Kellogg World Alumni Magazine Spring 2005Kellogg School of Management
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  Pam Carey
  Pam Carey '93 with her dog Coco

Alumni Profile: Pam Carey '93

The 'unwanted' redeemed
This Kellogg alum is working to ensure that every dog — and cat — has its day

by Raksha Varma

When it comes to her professional life, Pam Carey '93 does not believe in starting from scratch — even if some of her cherished clients are fond of scratching.

"There are too many lives at stake to re-invent the wheel," says Carey, who is the executive director for Pets Are Worth Saving (PAWS) Chicago, Chicago's largest nonprofit, no-kill humane organization. "Our energy should be spent on saving animals. We ensure that this mission can continue by paying close attention to our fiscal health and using strong business skills throughout our organization."

Carey oversees a multitude of programs for PAWS, which employs one full-time veterinarian, a group of vet technicians, 20 staff members and nearly 300 volunteers.

Originally from Joliet, Ill., Carey, 44, graduated in 1982 from the University of Illinois (Urbana-Champaign). With this degree and a CPA certificate, she went to work for BP Amoco (formerly Amoco) in 1983.

"As the years passed, my management style became sharper because I had the opportunity to interact with a variety of groups and (functional) disciplines," says Carey, who spent 16 years as a manager with BP Amoco, one of the world's largest oil companies, in both the Chicago suburbs and Houston.

"Instead of using the command/control style, I shifted to a participative style of management," Carey says, noting that this approach encourages excellence and team building.

While working for BP Amoco, Carey entered the Kellogg School's part-time MBA program in 1988, where she specialized in marketing.

"Kellogg helped me to develop further my team-building skills," she says. "And whether you're an individual contributor or a leader, Kellogg instills the value of exceptional interpersonal and communication skills."

After she completed the program in 1993, Carey eventually left BP Amoco in 1999 and took a two-year sabbatical from the work force.

"I wanted to make a huge change," explains Carey, who helped her husband build their dream house in Lake Forest, Ill., during the sabbatical. "Although leaving the work force is a risk, it's a calculated one."

Carey's father was also diagnosed with terminal cancer in 2001. "Being off from work also meant I had more time to dedicate to my father and family during this most difficult time," she says. "That experience taught me to re-assess my life."

She re-entered the labor force in 2002, in a job she felt passionate about. "When I evaluated my life, I realized I wanted to work in the animal welfare field," says Carey, who has two dogs and a cat.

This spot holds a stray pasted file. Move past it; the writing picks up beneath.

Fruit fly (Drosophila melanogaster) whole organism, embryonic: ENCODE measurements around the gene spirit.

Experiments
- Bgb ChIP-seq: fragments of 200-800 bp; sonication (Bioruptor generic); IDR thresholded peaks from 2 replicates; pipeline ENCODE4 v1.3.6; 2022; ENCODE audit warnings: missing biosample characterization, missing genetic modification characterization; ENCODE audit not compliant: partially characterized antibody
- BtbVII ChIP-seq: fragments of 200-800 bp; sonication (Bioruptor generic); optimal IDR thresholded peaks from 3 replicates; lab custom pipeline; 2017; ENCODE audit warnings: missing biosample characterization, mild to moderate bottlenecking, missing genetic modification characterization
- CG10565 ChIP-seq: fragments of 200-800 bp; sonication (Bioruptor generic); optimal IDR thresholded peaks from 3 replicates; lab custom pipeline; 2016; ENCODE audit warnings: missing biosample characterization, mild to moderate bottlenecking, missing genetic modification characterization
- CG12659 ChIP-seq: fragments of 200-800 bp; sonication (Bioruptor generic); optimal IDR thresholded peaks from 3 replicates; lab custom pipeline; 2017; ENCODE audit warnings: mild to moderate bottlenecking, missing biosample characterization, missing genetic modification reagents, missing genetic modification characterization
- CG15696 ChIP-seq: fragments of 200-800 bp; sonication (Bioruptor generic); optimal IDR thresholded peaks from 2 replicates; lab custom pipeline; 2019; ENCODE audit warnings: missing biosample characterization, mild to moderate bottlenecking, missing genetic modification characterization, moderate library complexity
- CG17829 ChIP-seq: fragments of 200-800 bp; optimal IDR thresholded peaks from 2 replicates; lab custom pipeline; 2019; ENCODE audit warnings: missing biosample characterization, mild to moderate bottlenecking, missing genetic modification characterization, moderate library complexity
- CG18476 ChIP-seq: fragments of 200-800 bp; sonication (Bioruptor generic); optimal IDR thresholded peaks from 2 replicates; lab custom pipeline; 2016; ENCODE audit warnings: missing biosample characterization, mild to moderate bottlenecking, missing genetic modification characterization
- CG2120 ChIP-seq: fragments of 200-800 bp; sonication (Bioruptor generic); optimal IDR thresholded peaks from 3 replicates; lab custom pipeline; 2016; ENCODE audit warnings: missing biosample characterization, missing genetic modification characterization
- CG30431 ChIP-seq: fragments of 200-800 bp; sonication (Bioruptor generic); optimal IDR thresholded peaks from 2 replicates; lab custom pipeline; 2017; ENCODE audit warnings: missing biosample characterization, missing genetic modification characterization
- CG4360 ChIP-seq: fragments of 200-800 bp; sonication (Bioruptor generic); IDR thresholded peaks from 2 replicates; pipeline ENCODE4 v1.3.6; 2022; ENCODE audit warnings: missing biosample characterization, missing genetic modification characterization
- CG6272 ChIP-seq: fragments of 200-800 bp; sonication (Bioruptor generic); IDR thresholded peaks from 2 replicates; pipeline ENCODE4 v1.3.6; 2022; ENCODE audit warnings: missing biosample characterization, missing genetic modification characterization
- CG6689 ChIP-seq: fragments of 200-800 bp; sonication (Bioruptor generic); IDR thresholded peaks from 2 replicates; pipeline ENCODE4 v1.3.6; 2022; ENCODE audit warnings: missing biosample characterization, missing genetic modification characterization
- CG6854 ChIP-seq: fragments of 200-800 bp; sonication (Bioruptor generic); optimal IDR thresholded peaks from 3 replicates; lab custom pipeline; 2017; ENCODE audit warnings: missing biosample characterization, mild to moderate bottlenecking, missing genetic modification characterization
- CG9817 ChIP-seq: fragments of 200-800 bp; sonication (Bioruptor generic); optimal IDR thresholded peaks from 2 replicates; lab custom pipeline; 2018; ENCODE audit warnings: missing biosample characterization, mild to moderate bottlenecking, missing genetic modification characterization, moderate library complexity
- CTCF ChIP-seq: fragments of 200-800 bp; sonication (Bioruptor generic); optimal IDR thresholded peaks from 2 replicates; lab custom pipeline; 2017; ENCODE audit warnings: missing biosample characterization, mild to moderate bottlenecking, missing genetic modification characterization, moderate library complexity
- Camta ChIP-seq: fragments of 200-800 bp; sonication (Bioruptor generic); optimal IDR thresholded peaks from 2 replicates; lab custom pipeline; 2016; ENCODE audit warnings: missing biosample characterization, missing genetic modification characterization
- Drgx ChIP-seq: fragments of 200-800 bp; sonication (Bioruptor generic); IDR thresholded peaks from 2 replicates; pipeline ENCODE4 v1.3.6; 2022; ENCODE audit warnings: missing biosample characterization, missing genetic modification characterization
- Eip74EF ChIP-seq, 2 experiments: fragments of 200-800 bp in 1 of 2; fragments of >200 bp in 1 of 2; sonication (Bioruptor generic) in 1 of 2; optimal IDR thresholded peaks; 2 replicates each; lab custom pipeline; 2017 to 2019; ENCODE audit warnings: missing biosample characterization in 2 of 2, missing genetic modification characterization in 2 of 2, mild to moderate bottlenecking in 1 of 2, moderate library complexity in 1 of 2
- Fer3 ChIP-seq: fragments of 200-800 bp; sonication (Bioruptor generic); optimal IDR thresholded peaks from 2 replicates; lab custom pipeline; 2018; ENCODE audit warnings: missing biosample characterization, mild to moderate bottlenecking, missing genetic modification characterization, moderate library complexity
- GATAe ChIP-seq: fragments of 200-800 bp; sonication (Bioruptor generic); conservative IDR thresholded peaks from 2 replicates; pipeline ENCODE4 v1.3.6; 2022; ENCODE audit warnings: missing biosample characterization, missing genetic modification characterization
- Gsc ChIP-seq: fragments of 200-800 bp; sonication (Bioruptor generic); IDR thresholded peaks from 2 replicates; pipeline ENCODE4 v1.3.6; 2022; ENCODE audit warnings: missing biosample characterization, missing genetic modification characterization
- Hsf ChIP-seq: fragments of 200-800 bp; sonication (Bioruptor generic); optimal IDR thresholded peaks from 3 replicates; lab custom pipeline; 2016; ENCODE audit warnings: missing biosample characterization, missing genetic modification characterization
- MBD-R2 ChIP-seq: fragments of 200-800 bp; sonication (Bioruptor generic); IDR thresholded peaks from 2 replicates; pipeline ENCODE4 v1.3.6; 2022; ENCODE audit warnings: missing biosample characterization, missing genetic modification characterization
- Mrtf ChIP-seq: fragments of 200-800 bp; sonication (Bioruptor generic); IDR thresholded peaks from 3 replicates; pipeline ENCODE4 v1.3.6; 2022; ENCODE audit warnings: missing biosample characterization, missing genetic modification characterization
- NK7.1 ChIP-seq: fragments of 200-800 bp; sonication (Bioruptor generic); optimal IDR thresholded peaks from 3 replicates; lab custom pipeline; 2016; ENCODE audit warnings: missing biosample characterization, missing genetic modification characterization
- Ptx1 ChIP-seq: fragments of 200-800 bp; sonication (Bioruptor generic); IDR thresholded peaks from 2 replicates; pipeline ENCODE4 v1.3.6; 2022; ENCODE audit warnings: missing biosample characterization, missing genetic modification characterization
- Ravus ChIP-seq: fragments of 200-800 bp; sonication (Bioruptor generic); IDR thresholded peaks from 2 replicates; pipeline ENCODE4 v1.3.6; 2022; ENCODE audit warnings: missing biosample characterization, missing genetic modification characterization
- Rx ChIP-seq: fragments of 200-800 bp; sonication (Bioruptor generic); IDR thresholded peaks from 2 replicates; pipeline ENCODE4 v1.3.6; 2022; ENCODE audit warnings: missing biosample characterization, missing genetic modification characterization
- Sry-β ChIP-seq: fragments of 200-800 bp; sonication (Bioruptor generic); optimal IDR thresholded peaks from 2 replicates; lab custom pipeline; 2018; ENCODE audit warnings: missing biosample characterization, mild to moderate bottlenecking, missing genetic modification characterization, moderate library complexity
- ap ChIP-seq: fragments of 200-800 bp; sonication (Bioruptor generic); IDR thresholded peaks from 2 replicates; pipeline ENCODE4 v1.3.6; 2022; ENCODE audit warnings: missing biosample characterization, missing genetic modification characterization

Before Carey attained a full-time position, she educated herself about the field. "Volunteer programs and workshops helped me get my bearings," recalls Carey, who volunteered for United Way and local Chicago programs, where she walked, groomed and cared for dogs. "A little bit of volunteering makes all the difference. It's an outlet for those who want to contribute."

Eventually, Carey's volunteer work brought her to PAWS, where she was hired initially as a consultant.

Founded in 1997, PAWS is a nonprofit whose mission involves ameliorating Chicago's pet overpopulation. More than 28,000 dogs and cats were euthanized in the city last year, Carey says, adding that PAWS uses its adoption agency, spay/neuter clinic and humane education center to combat this situation.

"You can't 'adopt' your way out of this (overpopulation)," Carey says. "The real solution is targeted spay/neuter programs to prevent these unwanted litters in the first place."

The organization's Lurie Family Spay/Neuter clinic performs nearly 50 surgeries per day. In total, the clinic has done more than 23,000 surgeries, which are free for the pets of those on public assistance and to anyone who lives in one of PAWS' 14 targeted low-income ZIP codes in Chicago. Other clients pay $40 for the services. PAWS plans to increase its clinic's work by 20 percent in the next year.

Carey, who became executive director for PAWS in 2004, is responsible for the clinic, adoption programs and community outreach.

Her strategic approach is governed by the business skills Kellogg helped provide: Carey says she emphasizes a culture of accountability that values volunteerism and collaboration.

"Everyone, from the vet technicians to the volunteers, plays a critical role," says Carey. "We work together because we share a common goal — saving the lives of animals."

For more information about PAWS, visit

©2002 Kellogg School of Management, Northwestern University